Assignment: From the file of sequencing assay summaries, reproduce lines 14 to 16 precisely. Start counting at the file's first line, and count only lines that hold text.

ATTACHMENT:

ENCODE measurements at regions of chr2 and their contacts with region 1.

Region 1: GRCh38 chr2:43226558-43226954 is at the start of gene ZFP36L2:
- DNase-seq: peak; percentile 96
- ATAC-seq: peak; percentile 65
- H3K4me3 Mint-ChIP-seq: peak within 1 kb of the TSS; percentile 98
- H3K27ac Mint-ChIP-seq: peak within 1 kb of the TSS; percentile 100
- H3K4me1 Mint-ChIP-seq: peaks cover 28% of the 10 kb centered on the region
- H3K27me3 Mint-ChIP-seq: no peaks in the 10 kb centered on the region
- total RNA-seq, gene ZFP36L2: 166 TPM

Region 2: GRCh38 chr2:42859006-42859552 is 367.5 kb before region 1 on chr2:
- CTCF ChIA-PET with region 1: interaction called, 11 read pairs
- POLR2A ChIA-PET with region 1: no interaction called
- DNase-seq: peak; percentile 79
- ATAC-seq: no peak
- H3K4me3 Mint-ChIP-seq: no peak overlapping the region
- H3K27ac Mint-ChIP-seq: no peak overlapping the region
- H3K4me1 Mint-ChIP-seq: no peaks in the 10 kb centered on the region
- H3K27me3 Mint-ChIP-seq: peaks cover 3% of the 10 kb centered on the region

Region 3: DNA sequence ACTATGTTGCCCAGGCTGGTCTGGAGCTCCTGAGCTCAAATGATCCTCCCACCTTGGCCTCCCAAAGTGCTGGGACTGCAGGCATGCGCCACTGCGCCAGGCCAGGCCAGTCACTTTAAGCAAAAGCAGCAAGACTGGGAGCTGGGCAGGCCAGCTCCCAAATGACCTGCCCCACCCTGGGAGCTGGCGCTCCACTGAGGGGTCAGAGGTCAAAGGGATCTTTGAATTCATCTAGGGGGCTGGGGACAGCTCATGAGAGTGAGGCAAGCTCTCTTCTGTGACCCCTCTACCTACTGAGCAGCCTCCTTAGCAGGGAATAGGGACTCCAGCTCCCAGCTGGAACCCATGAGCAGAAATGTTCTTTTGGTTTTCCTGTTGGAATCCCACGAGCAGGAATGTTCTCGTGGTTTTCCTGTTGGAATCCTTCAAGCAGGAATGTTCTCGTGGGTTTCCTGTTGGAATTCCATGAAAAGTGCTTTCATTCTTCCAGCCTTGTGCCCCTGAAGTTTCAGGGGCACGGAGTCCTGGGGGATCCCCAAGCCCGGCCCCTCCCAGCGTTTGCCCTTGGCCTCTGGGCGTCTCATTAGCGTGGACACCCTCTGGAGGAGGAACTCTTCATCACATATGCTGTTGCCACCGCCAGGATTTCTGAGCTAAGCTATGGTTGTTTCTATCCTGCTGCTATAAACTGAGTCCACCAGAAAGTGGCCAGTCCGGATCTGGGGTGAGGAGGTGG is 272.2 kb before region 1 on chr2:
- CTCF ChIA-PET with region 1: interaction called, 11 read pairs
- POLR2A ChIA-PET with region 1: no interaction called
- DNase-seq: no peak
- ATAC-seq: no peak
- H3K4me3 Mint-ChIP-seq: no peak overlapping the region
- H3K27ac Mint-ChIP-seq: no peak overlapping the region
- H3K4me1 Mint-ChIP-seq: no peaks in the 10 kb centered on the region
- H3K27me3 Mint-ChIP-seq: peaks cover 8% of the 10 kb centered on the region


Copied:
- ATAC-seq: no peak
- H3K4me3 Mint-ChIP-seq: no peak overlapping the region
- H3K27ac Mint-ChIP-seq: no peak overlapping the region